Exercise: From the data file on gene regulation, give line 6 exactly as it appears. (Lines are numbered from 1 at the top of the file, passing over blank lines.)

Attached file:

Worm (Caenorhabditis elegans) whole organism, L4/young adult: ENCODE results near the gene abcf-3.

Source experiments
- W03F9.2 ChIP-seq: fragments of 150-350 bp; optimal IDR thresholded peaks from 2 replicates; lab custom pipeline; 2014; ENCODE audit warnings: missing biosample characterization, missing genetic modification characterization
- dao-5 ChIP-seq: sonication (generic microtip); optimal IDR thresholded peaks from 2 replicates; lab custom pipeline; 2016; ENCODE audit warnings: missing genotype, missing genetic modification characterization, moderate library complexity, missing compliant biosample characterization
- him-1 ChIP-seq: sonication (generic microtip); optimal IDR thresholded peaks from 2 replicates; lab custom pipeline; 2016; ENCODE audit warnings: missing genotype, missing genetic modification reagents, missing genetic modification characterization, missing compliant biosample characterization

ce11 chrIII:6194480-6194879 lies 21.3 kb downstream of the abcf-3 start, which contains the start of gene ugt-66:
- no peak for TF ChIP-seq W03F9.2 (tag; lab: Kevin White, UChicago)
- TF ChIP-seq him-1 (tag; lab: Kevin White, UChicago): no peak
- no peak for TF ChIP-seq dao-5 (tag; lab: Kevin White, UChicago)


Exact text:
ce11 chrIII:6194480-6194879 lies 21.3 kb downstream of the abcf-3 start, which contains the start of gene ugt-66: